As I sit here writing this blog post, I feel that it’s worth noting that I have still only watched one episode of the Netflix’s series The Queen’s Gambit. The main reason for admitting this is to, naturally, point out that my observations are for the book and the book alone. I know for previous book clubs I have taken the time to also watch the movie/tv show, but the weather is beautiful and I find myself itching to sit on the deck instead of curled up on the couch. This is not a reflection of the quality of the TV series, but a nod to the fact that I am more likely to watch TV when it’s dark and cold outside.
This book left me feeling very neutral and wondering if I was expecting more from Beth Harmon. For example, I think we can agree that her ability to visualize chess boards as a child is phenomenal. When you combine that with her narrow focus on the game and how her whole life revolves around it, you’re left wondering is this because she finds comfort in the game now that her parents are dead or does she have a touch of Asperger’s? When you combine this information with her ability to interact with others as a young adult, it’s hard to judge.
With Beth as our narrator, we’re not given complete pictures of the other people that encompass her tail. Whether she she falls on the spectrum or was severally emotionally handicapped as a child, it’s clear that her emotional and social intelligence were stunted and we’re not getting a full picture of what’s happening around her. With this in mind, it made sense that Beth reached for childhood friends when her world felt turned upside down.
I’m not sure we can really call this a book about addiction. Beth’s addiction to the green pills existed to allow her to play a more focused game of chess in her mind and her brief run with drinking seemed like more of a conscious decision to self sabotage. Which leaves me wondering, is this a story about addiction or has addiction been thrown in there as a temporary plot device?
At it’s very core, The Queen’s Gambit is a story about an underdog and we all, myself included, want to root for the underdog. We get to watch Beth struggle to be allowed to learn chess and her development into an eventual champion. You can’t help but root for her as she works towards mastering her next challenge.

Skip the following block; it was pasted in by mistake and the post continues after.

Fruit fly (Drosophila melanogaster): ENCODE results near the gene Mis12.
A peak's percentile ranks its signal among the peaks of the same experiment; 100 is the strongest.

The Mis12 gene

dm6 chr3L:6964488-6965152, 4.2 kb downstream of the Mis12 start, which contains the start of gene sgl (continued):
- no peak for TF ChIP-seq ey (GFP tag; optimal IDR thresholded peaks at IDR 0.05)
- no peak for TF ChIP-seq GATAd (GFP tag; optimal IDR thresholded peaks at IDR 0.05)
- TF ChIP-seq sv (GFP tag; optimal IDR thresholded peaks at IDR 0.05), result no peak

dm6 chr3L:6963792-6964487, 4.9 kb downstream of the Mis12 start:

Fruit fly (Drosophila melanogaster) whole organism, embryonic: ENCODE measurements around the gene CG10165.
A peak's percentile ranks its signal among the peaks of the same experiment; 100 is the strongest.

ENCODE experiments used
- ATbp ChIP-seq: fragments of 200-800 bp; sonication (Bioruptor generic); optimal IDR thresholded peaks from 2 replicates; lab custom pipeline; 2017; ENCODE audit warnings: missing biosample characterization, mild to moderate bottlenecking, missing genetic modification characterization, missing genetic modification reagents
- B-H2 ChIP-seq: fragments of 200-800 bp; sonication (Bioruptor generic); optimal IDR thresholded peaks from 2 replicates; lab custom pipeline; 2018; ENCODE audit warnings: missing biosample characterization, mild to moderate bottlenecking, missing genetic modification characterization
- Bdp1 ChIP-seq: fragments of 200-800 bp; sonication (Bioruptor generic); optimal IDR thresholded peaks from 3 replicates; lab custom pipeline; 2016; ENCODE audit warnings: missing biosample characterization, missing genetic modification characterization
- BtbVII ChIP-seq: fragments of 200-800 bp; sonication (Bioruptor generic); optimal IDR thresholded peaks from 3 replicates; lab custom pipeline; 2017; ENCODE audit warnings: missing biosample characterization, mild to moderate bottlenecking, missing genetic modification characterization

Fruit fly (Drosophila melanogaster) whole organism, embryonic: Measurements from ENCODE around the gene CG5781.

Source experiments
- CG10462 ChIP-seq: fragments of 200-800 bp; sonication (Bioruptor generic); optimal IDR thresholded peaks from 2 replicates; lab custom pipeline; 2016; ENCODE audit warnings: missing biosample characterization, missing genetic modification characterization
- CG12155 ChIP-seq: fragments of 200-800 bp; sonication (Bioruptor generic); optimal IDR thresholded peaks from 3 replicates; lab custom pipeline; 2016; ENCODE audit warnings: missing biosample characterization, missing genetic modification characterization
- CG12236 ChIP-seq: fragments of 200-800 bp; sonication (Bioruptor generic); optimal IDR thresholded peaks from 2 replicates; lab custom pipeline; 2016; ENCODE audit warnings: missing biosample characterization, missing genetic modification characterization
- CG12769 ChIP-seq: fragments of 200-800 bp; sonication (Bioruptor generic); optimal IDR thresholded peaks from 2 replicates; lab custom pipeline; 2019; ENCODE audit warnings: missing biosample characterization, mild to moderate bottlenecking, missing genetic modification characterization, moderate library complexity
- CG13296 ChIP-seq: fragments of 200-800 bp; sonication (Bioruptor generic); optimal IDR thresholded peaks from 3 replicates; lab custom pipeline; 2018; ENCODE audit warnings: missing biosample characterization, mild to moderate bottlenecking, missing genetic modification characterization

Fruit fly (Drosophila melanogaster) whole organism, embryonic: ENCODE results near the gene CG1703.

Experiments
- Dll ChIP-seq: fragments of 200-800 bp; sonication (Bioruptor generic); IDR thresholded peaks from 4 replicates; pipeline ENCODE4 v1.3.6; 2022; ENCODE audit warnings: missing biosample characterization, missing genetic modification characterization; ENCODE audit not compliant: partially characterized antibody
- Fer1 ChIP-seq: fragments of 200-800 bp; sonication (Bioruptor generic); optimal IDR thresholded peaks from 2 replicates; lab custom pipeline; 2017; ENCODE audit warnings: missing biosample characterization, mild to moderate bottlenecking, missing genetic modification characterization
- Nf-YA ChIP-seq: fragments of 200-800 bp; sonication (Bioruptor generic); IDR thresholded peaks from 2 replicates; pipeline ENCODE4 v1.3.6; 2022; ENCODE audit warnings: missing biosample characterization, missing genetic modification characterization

In honor of the sourdough trend that I didn’t participate in, we will be reading Sourdough by Robin Sloan. This one comes highly recommended by my town’s public library and I’m excited to read it.
Lois Clary is a software engineer at General Dexterity, a San Francisco robotics company with world-changing ambitions. She codes all day and collapses at night, her human contact limited to the two brothers who run the neighborhood hole-in-the-wall from which she orders dinner every evening. Then, disaster! Visa issues. The brothers close up shop, and fast. But they have one last delivery for Lois: their culture, the sourdough starter used to bake their bread. She must keep it alive, they tell her—feed it daily, play it music, and learn to bake with it.
Lois is no baker, but she could use a roommate, even if it is a needy colony of microorganisms. Soon, not only is she eating her own homemade bread, she’s providing loaves daily to the General Dexterity cafeteria. The company chef urges her to take her product to the farmer’s market, and a whole new world opens up.
When Lois comes before the jury that decides who sells what at Bay Area markets, she encounters a close-knit club with no appetite for new members. But then, an alternative emerges: a secret market that aims to fuse food and technology. But who are these people, exactly?